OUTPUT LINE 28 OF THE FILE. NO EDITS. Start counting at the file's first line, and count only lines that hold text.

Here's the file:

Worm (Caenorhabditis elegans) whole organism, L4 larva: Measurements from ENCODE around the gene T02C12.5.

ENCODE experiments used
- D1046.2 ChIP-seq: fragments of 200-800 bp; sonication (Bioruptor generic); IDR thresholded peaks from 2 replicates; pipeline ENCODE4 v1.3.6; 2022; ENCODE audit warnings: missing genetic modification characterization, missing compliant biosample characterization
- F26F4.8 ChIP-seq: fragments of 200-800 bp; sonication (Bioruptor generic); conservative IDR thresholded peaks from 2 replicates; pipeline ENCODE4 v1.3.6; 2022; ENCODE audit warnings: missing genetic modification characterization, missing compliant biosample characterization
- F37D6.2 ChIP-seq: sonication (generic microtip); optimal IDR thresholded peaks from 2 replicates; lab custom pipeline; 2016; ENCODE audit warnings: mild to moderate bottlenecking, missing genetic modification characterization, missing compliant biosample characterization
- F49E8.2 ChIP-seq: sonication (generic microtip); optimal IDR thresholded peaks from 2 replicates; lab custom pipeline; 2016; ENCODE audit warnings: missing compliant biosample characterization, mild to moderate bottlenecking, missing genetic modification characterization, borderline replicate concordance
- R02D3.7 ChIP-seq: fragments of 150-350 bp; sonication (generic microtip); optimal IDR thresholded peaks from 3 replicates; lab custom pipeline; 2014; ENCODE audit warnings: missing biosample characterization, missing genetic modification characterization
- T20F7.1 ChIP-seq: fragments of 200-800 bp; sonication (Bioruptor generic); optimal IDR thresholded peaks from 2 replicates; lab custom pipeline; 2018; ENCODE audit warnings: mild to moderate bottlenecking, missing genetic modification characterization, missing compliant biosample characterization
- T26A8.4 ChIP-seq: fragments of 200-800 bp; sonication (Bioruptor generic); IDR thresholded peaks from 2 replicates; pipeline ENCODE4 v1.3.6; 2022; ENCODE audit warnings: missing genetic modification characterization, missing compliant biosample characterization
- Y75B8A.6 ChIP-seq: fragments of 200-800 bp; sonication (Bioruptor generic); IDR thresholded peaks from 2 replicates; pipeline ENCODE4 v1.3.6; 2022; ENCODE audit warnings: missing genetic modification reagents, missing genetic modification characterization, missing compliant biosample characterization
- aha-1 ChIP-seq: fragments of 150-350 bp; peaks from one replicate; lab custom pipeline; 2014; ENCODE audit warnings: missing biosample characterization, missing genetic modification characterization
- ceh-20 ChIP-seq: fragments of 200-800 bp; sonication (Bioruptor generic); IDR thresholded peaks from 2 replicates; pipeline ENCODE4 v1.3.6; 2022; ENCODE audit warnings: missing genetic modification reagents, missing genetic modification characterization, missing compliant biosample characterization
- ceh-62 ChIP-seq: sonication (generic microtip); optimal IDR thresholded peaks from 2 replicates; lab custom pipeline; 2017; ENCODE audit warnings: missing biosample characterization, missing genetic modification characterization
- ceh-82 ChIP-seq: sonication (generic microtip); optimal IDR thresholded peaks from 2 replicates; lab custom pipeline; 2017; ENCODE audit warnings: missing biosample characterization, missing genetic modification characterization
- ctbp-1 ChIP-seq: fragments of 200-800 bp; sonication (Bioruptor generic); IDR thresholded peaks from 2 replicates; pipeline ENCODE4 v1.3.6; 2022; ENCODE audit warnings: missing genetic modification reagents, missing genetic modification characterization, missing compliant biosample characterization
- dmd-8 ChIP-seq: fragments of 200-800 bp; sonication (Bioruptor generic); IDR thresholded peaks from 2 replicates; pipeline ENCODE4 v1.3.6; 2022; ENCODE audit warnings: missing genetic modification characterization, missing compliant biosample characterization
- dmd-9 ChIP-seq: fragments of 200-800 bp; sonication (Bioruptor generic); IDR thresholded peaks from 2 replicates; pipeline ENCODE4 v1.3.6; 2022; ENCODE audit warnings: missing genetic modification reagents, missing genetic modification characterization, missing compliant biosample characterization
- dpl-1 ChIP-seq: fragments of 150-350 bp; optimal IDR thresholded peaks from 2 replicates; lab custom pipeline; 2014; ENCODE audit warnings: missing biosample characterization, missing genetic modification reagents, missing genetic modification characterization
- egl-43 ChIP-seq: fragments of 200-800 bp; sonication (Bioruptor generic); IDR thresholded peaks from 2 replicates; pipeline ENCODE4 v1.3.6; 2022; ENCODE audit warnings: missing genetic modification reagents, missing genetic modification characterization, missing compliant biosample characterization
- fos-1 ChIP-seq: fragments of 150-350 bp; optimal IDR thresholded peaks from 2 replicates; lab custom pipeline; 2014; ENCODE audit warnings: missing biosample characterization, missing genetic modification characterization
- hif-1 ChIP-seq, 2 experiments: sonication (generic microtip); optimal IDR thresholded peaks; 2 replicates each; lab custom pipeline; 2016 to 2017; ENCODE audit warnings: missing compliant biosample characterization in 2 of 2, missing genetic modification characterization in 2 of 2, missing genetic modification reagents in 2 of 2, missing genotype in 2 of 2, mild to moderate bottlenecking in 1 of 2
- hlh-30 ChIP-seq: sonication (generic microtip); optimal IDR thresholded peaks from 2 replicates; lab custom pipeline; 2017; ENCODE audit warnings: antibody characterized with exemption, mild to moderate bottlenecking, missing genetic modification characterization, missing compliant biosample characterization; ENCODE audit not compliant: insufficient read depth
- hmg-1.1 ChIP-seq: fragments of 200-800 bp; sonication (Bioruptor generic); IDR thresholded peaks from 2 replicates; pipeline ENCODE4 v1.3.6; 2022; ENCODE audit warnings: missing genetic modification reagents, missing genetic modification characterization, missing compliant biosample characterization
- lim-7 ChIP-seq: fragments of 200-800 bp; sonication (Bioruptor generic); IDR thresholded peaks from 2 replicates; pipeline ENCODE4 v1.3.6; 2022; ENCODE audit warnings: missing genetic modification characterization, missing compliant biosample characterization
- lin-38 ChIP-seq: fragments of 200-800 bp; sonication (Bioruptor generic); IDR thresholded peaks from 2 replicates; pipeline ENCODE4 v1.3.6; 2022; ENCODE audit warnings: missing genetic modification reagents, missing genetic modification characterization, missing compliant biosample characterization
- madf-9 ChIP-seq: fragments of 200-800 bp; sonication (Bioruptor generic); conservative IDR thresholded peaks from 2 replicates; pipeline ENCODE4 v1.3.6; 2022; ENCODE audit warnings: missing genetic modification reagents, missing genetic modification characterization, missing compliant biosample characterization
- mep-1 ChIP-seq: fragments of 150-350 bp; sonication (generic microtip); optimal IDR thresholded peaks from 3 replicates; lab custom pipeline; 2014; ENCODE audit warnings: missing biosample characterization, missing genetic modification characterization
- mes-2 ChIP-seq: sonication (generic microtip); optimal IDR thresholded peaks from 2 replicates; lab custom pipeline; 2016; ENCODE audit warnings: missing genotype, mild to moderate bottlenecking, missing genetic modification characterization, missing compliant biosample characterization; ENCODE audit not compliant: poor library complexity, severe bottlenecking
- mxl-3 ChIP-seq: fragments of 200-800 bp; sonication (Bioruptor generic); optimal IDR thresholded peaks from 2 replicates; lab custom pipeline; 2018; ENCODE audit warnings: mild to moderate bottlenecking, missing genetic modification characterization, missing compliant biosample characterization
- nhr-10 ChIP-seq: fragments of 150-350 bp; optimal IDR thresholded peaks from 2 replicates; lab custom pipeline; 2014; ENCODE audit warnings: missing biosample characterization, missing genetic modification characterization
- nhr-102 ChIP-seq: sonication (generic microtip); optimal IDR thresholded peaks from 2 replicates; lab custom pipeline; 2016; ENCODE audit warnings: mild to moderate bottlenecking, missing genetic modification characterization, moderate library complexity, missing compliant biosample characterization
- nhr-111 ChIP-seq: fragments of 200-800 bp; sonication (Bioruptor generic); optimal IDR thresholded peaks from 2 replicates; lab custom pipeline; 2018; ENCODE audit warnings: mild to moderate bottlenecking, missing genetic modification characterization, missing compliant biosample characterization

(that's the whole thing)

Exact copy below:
- mes-2 ChIP-seq: sonication (generic microtip); optimal IDR thresholded peaks from 2 replicates; lab custom pipeline; 2016; ENCODE audit warnings: missing genotype, mild to moderate bottlenecking, missing genetic modification characterization, missing compliant biosample characterization; ENCODE audit not compliant: poor library complexity, severe bottlenecking